During the night of August 28, 2012 -- the day before UN Secretary-General Ban Ki-moon was to arrive in Tehran for a summit of the Nonaligned Movement (NAM) -- ailing Iranian journalist Isa Saharkhiz was removed from a hospital and returned to the notorious Evin prison.
Saharkhiz is just one of dozens of journalists and writers being held in Iranian prisons since the crackdown on political dissent that came after the disputed 2009 reelection of President Mahmud Ahmadinejad.
He was sentenced to two years in prison in 2009. In August 2011, the authorities added three years to his sentence for allegedly "insulting the leader and carrying out propaganda activities against the regime."
In a further effort to silence his voice, the 59-year-old Saharkhiz has been barred from journalistic and political activity for five years after he completes his sentence.
In 2011, Saharkhiz wrote an open letter to the UN human rights rapporteur for Iran, Ahmad Shaheed, urging him to inspect Iran's jails. "What is going on in Iranian prisons is a crime against humanity and is just as bad as Stalin's inhumane forced labor camps in Siberia."
As if to underscore Saharkhiz's words, prominent Iranian blogger Sattar Beheshti died while in police custody earlier this month, with fellow prisoners charging that the 35-year-old had been beaten and hung by his limbs during interrogation. Iranian officials have said he died of "cardiac arrest" and "natural causes."
A view from the outside (Fars) - Evin prison is thought to hold hundreds of political prisoners as well as regular inmates.
Policing the women's section (epa) - In June 2006 authorities gave foreign journalists a rare chance to see parts of the prison.
An inmate at work (epa) - Reporters were able to talk to inmates in the women's section, but some of the journalists complained that officials listened in to their conversations.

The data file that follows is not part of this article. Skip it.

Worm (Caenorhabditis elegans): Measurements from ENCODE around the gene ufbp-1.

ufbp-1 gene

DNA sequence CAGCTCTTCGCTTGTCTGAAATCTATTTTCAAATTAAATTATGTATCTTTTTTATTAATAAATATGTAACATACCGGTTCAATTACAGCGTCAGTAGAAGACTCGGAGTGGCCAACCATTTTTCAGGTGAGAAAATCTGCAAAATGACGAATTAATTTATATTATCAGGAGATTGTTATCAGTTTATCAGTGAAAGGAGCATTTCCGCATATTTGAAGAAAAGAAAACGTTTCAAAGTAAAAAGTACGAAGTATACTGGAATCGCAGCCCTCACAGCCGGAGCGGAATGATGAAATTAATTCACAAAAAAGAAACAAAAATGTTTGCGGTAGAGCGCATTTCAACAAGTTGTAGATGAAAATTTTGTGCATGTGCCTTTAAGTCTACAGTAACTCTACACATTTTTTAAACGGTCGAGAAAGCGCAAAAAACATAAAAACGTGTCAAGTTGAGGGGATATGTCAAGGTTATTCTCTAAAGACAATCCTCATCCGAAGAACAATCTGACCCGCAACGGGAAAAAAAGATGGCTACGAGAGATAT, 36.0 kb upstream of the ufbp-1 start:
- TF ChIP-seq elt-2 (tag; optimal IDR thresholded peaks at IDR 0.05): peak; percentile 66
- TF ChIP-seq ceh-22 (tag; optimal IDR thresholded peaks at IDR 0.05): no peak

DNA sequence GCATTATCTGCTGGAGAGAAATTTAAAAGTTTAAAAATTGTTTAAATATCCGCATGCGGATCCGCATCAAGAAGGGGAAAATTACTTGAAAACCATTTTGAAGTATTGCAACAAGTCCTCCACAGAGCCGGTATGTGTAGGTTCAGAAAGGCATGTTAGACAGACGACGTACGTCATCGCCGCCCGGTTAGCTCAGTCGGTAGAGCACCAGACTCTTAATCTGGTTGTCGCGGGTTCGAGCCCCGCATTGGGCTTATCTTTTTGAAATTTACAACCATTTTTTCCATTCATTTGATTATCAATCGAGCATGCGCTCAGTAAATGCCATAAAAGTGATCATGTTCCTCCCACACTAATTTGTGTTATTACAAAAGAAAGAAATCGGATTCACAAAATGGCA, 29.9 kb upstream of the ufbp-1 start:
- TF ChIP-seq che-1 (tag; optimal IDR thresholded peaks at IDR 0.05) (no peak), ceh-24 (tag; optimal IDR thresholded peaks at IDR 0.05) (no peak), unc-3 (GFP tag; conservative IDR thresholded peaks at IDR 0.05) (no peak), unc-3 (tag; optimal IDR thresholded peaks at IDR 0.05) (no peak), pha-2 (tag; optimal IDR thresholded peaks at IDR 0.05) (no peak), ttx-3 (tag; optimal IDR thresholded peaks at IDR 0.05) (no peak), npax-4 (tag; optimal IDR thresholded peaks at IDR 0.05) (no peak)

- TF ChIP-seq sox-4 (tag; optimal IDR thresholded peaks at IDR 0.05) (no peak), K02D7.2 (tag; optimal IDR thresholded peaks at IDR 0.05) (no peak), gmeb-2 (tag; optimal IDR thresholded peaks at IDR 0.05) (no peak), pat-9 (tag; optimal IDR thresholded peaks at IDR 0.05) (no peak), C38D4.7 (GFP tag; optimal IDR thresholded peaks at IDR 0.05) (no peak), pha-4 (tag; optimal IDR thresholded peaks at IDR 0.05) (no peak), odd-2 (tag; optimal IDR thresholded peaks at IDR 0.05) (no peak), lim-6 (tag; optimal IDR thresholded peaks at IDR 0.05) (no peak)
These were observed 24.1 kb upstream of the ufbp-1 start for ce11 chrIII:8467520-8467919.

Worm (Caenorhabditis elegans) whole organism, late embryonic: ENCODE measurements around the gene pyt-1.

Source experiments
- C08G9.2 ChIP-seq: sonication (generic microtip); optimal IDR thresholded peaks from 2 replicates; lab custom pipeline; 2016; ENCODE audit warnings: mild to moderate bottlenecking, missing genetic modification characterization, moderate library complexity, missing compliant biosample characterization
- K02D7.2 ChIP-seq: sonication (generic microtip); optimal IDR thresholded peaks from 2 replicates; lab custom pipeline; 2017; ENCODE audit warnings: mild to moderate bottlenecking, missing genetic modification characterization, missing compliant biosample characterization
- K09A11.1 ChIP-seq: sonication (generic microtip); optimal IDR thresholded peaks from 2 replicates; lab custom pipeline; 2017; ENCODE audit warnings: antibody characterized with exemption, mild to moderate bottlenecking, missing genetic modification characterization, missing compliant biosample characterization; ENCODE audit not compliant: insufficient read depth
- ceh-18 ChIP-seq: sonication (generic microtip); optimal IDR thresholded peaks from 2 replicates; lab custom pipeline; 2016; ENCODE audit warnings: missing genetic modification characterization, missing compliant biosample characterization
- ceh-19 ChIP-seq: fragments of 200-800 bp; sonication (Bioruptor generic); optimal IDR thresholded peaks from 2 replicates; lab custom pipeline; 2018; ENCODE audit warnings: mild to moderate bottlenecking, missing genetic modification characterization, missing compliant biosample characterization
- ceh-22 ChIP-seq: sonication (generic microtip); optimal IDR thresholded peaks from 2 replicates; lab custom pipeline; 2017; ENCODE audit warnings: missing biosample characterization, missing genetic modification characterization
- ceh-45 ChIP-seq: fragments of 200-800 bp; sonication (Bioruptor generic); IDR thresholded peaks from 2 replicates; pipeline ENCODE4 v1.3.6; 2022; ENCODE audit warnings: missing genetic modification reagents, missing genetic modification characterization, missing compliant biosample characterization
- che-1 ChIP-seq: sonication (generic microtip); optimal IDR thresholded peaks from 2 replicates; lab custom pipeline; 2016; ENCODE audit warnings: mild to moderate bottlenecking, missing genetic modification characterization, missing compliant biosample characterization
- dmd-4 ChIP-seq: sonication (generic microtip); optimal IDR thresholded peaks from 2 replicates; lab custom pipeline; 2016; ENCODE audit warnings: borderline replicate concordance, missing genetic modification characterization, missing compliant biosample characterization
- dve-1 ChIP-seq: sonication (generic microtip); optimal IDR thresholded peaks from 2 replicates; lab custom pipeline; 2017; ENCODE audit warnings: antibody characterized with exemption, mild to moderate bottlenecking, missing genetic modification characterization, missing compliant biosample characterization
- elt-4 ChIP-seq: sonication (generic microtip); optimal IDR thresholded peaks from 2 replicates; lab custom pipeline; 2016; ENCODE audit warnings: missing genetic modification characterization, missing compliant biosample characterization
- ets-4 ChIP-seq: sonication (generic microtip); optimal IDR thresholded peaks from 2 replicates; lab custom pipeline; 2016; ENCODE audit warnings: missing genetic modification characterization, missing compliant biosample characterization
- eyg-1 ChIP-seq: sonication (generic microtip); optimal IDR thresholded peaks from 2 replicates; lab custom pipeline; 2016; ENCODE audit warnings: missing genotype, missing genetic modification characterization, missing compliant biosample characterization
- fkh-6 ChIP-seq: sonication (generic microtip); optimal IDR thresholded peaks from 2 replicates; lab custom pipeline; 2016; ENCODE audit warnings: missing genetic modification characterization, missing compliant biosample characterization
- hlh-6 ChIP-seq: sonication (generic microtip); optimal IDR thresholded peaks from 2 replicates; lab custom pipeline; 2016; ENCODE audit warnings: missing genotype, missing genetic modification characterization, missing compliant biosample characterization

The cells shown to journalists were clean and tidy (epa) - Officials said the visit was meant to dispel what they called an unfair impression of the prison abroad. But rights groups say they have documented cases of torture and abuse of detainees jailed in Evin for political reasons.
A deadly assignment (AFP) - Zahra Kazemi, an Iranian-Canadian journalist, died in custody in Evin in 2003 after being detained for taking photographs outside the jail. Authorities initially said she had died in an accidental fall; a doctor who later fled to Canada said she had been beaten and raped.
Prison sketches (courtesy photo) - Iraj Mesdaghi, a political prisoner in Iran for 10 years in the 1980s and 1990s, published plans of Evin in his memoirs.
Esfandiari after her release (AFP) - One of Evin's most high-profile inmates was Haleh Esfandiari, the Iranian-American scholar held there for three months on security charges until her release in August 2007.
A hunger-striking Akbar Ganji - An earlier high-profile prisoner was journalist Akbar Ganji. He spent six years in Evin after writing articles linking senior officials to the murders of opposition figures. In 2005, Ganji went on a hunger strike that his wife said nearly killed him.
Free at last (Fars) - "Jail and pressures never forced me to change my views," Ganji said after his release in March, 2006. "Today, I'm more determined to say what I said six years ago."
Saharkhiz, speaking to RFE/RL's Radio Farda during the 2009 protests, urged U.S. President Barack Obama to lift economic sanctions against his country, arguing that closer ties with the outside world would prompt Iranians to make more strident demands for human rights and democratic reform.
"He [Obama] should let Iran and Iranians deal with their issues through their development and well being and a better life," Saharkhiz said. "Such people -- who won't have to worry about day to day life issues -- will then more effectively focus on democracy and human rights issues."
After Saharkhiz was initially arrested in 2009, his son, Mehdi Saharkhiz, commented on events being held around the world in support of his father, who at the time was recovering from broken ribs and had had no access to lawyers.
"These events help people inside and outside Iran, citizens of other countries, become aware of what is happening, and it also helps us get more news and give more coverage," Saharkhiz said. "This creates hope for the people of Iran. They see that Iranians outside the country are also with them. I think it has a very positive effect. I’ve received e-mails from several groups inside Iran who have said that they have launched hunger strikes to coincide with the hunger strike here. It shows that they all know about this and are supporting it."